Carmakers’ plan to cut road transport emissions washes their hands of responsibility and ignores cost effective vehicle standards that will lower fuel bills for drivers, create jobs and lower oil imports. The need for vehicles CO2 targets is the key conclusion of a new study from the ICCT, the group which tipped off the US EPA about Volkswagen’s cheating last year. The study finds early introduction of standards for trucks and stringent new targets for cars and vans would alone result in CO2 savings of 17.4% on 2005 levels by 2030, making a sizable contribution to meeting EU targets to reduce emissions in non-ETS sectors.
Just 3% of fleet managers in Europe’s two biggest truck markets, France and Germany, have ever changed brands to get better fuel efficiency – and in Europe’s ‘big five’ markets only 13% have ever done so, according to a GiPA survey of small and medium enterprises. The figures do not come as a surprise after a 20-year stagnation in European truck fuel economy and EU efficiency standards are needed to strengthen competition in the market, said sustainable transport group Transport & Environment, which commissioned the survey.
· IKEA, Nestlé, Philips, DB Schenker, Deutsche Post DHL, Mercadona, Colruyt, Kingfisher among proponents of truck CO2 standards
Fuel efficiency standards for heavy-goods vehicles in Europe would save billions for businesses, lead to cheaper goods, protect the environment and boost energy independence, 19 global brands, logistics companies and green organisations, including IKEA, Nestlé, Philips, DB Schenker and Deutsche Post DHL , have told European Commission president Jean-Claude Juncker.
Today’s claim by Shell and carmakers that current climate policies virtually complete the job of tackling transport emissions is wishful thinking, an analysis by green transport group Transport & Environment shows. The Auto Fuel Coalition of carmakers, oil companies and biofuels producers published a 2030 CO2 estimate of the effect of existing climate policies that is 20% below the European Commission’s own reference scenario.
Belgium this week introduces a distanced-based truck toll as a new study reveals that trucks cost society €143 billion a year across the EU. The independent study for green transport group Transport & Environment (T&E) also found that trucks currently cover only 30% of these costs through taxation and charges. As the EU revises its road charging directive, T&E said Belgium’s road charging scheme is a fair way to ensure that trucks pay for a bigger share of the damage they cause.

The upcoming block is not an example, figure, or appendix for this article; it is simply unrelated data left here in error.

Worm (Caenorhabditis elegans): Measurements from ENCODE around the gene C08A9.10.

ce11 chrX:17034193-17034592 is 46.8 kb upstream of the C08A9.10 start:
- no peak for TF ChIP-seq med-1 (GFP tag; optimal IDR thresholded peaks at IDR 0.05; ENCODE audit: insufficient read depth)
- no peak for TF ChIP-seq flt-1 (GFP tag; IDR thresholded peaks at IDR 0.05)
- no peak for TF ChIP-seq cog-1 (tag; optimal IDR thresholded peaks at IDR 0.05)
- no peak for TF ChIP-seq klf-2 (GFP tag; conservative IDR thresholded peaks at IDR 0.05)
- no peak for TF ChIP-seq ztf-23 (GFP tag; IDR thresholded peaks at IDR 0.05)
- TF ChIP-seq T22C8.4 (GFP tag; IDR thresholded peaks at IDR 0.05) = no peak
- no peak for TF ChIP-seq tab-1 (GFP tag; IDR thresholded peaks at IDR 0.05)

Increasing the use of natural gas in cars and trucks would be largely ineffective in reducing greenhouse gas (GHG) emissions and air pollution, a new independent study finds. There are no GHG savings in shifting from diesel cars and trucks to compressed or liquefied natural gas (LNG) cars and trucks, while petrol-hybrid, electric and hydrogen cars deliver much greater climate benefits, the study for sustainable transport group Transport & Environment says.
The International Road Union, The European Express Association, Leaseurope, CLECAT, Green Freight Europe, The Northern Logistics Association, European Transport Board and Transport & Environment call on the European Commission to give a much-needed boost to competition on truck fuel efficiency, in a letter sent today to Commission officials.
Europe can only meet the climate targets Heads of State agreed on for sectors outside the Emissions Trading System (ETS) if it sets fuel efficiency standards for new cars, vans and lorries by 2025 or earlier, a new study by Transport & Environment (T&E) reveals . In a middle-of-the-road scenario where transport would cut CO2 emissions by 30% by 2030 , the study found that CO2 standards for all vehicles (cars, vans and lorries) in 2025 and 2030 would deliver a whopping 42% of the emissions reduction required from transport.
Even if carbon prices in Europe’s emissions trading system (ETS) trebled from today’s levels , including road transport in the ETS would only reduce oil use and CO2 emissions from transport by 3% over the next 15 years, a new study by Cambridge Econometrics reveals. This level is insufficient for road transport to make a proportionate contribution to Europe’s climate and energy security goals.